"The language becomes part of the culture when it is actively used in all spheres of life. Any foreign language school, be it Dilijan International School or Russian lyceum is a threat to the Armenian language. The educational system in Armenia must be in the Armenian language for all citizens of Armenia that are ethnic Armenians," he says, adding that the accentuating of the “inferior” nature of Armenian as compared to other languages involves numerous risks, including loss of identity.
However, the supporters of foreign language education argue that Russian is the language of the regional powerhouse and thus is essential for Armenians.
Many parents in Yerevan prefer that their children attend schools with a Russian language bias (as well as English); some parents resort to various tricks to enroll their children to the Russian schools or "Russian classes." To enroll a child in such class, one of the parents should have foreign citizenship. Many parents give guardianship of their child to a relative who lives in Russia, to enroll a child in the Russian class. (There are 1400 schools in Armenia; 42 of them offer "Russian-language classes." Besides, there are five Russian schools which are in jurisdiction of the Ministry of Defense.)
Andranik Nikoghosyan, Chairman of the Youth Union of the Commonwealth of Independent States (CIS), believes that the Russian language is an integral part of Armenian culture, as for centuries the Armenian people have had close ties with the Russians.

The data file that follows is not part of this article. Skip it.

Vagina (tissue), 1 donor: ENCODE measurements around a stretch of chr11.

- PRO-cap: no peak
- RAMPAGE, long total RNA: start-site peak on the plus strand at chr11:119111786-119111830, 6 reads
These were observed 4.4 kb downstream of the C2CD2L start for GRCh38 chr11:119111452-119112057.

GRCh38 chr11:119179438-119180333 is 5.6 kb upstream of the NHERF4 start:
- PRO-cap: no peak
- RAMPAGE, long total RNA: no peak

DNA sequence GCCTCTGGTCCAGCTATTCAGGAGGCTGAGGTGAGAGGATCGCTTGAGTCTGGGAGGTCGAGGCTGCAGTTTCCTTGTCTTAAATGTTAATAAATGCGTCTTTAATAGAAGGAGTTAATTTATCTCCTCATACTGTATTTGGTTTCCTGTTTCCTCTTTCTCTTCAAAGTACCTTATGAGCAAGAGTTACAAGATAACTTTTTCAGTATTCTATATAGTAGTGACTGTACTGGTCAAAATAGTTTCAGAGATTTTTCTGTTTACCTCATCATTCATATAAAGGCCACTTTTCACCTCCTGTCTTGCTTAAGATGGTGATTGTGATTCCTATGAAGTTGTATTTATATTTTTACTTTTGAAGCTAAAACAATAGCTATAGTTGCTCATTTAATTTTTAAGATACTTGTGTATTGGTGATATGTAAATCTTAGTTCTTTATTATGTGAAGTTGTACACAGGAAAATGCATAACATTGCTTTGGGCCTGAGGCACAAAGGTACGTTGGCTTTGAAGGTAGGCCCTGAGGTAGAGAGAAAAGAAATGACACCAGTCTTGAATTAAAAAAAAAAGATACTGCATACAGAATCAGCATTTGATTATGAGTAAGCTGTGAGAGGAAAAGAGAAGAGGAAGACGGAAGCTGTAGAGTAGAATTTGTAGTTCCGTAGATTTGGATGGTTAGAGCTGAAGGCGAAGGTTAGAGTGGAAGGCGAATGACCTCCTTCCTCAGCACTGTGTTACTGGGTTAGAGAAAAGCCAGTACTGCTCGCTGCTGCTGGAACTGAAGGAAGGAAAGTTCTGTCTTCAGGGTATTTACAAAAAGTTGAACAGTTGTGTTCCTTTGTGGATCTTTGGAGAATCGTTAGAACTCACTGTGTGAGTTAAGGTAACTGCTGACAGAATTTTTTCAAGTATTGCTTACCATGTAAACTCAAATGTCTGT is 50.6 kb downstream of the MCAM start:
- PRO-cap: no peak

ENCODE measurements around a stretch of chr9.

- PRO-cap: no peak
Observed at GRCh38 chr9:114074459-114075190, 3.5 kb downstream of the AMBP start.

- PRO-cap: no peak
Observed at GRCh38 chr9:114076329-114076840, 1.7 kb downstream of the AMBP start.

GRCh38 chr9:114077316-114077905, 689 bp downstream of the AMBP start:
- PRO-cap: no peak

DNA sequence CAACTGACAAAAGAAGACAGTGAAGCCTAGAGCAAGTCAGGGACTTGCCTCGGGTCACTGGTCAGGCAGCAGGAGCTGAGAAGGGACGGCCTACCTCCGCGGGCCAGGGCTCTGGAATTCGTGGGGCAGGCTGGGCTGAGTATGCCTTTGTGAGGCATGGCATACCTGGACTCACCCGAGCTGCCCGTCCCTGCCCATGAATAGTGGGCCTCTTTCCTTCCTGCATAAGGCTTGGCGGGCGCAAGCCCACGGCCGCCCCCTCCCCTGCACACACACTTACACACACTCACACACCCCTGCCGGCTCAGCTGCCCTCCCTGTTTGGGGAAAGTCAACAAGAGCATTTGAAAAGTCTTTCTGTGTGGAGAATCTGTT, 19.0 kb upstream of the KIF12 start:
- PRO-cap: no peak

"We have a common history, a common past and I am sure that we have a great future," says Nikoghosyan. "Russian is the regional international language, and we should also take into account that Russian is the language of the Customs Union. How can we be part of an economic union without knowing a common language?"
Two years ago, at the initiative of the Youth Union of CIS a first Russian language training center was opened in Yerevan. Now there are about 100 such centers that operate throughout the republic, of which ten are located in the capital.
Now about 7,000 people are studying Russian at the training centers; another 3,000 have completed the courses. The education is free of charge; 140 Russian language teachers work in the centers. Since 2011, three Russian publishing houses were opened in Armenia.
"Within last two years over 100,000 Russian books were sold through our stores. Another 20,000 people will be enrolled in the Russian training courses by December. The facts are obvious: the number of people willing to study Russian is so high, that the centers are overloaded and we are thinking on opening more. People decide by themselves what they need," says Nikoghosyan.
Ruben Tarumyan, a member of "We are against the reopening of foreign languages schools," says he does not doubt that Moscow will take more steps in spreading the Russian language, but for him it is obvious that English is in a higher demand as compared to Russian in Armenia.
"I would say that parents who stake the future on Russian language play with their children’s destiny," Tarumyan says. "Don’t let your children lose the mother language, because it would mean losing culture."
"Armenia Now," October 18, 2013
(A longer version of this article appeared in "AGBU News Magazine," October 2013)